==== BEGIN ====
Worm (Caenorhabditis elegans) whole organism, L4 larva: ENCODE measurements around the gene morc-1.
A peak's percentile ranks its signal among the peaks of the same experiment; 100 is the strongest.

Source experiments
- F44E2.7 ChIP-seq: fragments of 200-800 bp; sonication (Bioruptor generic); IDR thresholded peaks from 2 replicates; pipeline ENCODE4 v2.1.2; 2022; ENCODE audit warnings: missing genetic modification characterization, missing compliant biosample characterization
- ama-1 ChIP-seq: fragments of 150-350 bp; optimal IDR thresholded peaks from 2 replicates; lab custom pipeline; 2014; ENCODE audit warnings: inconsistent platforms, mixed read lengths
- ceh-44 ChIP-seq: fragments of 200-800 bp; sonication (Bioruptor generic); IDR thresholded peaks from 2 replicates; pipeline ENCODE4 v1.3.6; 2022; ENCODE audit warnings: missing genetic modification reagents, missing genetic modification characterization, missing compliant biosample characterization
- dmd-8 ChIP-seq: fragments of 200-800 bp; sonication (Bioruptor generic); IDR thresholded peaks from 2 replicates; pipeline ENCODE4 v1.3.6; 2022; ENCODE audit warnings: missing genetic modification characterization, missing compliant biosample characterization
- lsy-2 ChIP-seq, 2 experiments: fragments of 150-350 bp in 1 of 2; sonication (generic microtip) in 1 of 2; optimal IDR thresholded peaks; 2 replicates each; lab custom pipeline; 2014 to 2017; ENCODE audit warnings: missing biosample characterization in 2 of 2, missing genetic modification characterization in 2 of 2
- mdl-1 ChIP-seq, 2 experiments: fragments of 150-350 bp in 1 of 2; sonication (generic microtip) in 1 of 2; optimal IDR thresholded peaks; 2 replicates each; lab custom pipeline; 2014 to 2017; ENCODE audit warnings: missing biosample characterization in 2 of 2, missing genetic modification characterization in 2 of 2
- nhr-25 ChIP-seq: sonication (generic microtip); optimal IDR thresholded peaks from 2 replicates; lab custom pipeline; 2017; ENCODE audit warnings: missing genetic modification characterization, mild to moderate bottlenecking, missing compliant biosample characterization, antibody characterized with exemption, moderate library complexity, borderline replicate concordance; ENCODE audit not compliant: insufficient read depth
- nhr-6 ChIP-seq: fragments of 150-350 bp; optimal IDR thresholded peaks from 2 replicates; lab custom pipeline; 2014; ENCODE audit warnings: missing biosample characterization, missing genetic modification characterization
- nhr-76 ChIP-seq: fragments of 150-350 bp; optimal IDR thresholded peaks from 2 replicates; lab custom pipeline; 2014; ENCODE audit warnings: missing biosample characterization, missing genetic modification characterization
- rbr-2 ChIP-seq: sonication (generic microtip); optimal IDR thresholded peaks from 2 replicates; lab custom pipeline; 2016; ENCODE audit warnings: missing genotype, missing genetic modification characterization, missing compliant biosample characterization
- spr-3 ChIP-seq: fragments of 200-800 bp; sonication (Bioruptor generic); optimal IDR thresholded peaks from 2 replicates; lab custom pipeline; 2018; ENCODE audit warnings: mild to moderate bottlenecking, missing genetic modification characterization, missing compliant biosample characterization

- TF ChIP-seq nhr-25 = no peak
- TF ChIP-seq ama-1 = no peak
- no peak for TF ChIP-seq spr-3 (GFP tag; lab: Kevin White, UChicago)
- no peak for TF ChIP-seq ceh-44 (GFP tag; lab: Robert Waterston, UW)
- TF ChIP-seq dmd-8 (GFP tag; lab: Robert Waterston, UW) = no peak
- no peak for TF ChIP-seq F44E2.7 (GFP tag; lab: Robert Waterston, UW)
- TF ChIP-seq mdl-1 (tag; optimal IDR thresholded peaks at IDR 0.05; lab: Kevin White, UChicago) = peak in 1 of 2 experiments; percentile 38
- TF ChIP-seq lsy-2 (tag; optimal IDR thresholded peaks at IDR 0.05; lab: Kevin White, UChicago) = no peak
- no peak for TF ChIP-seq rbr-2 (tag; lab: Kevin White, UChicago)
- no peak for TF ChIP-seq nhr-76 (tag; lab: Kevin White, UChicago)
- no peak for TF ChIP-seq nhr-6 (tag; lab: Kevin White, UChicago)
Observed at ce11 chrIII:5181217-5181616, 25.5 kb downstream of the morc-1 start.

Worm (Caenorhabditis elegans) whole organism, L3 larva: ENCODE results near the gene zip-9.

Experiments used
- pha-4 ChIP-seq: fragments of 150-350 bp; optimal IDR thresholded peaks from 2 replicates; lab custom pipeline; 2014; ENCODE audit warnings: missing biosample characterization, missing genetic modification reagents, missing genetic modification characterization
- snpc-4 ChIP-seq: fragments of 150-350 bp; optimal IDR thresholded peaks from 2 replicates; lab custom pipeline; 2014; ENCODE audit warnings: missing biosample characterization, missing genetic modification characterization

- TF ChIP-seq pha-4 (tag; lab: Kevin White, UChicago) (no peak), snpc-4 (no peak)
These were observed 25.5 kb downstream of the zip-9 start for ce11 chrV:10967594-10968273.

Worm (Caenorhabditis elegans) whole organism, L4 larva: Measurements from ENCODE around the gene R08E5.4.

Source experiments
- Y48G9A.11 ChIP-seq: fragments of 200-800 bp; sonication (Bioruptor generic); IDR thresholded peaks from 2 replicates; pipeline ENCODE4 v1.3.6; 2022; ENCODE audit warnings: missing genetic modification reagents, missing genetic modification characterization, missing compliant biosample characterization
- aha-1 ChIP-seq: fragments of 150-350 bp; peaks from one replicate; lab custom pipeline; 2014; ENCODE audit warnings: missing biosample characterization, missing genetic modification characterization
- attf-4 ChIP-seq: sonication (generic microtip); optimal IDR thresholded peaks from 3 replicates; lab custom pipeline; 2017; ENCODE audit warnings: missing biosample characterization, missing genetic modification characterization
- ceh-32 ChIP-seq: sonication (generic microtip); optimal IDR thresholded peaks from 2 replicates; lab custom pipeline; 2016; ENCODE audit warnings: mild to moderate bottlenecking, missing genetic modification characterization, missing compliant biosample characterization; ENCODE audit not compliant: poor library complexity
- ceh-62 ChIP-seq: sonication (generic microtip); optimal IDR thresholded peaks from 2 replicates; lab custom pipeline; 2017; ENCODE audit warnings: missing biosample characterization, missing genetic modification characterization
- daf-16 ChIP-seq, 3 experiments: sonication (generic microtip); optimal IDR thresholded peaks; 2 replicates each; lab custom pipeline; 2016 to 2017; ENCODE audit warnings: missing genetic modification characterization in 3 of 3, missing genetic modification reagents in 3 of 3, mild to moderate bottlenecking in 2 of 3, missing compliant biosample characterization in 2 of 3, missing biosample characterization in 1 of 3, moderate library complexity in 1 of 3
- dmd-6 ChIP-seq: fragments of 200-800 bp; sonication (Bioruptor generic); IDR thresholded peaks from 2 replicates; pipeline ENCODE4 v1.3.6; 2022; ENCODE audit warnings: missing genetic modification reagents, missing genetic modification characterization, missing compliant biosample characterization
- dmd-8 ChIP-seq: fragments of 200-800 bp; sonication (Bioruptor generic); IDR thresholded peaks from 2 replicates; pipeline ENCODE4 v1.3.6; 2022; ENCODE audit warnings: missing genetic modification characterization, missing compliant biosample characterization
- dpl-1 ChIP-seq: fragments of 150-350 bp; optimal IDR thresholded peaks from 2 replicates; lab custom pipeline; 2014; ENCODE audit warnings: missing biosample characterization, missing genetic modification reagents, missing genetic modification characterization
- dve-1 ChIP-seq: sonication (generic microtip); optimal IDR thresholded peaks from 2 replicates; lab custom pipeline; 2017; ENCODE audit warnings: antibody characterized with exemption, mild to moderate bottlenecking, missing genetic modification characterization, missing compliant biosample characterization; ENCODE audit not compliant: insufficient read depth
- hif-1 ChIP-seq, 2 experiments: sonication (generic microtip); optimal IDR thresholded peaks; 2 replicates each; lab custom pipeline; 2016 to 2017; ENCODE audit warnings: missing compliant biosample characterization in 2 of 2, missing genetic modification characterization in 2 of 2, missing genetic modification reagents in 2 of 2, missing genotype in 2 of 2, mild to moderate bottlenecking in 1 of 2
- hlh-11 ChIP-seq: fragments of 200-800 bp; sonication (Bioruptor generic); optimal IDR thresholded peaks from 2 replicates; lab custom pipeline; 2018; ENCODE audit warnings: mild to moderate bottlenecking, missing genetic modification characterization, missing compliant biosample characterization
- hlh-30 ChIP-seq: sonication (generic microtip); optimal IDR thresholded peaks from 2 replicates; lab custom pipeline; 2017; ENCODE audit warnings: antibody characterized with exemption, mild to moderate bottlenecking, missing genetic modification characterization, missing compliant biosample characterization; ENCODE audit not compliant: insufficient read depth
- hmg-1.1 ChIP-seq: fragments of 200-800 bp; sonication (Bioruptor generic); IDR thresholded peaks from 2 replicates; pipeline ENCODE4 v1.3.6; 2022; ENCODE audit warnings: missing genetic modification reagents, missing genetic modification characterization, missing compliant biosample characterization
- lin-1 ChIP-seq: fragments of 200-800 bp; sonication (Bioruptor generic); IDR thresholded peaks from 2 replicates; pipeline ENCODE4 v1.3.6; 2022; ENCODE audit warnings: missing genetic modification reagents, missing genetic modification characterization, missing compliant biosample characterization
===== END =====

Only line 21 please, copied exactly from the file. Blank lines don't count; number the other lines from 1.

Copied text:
- TF ChIP-seq mdl-1 (tag; optimal IDR thresholded peaks at IDR 0.05; lab: Kevin White, UChicago) = peak in 1 of 2 experiments; percentile 38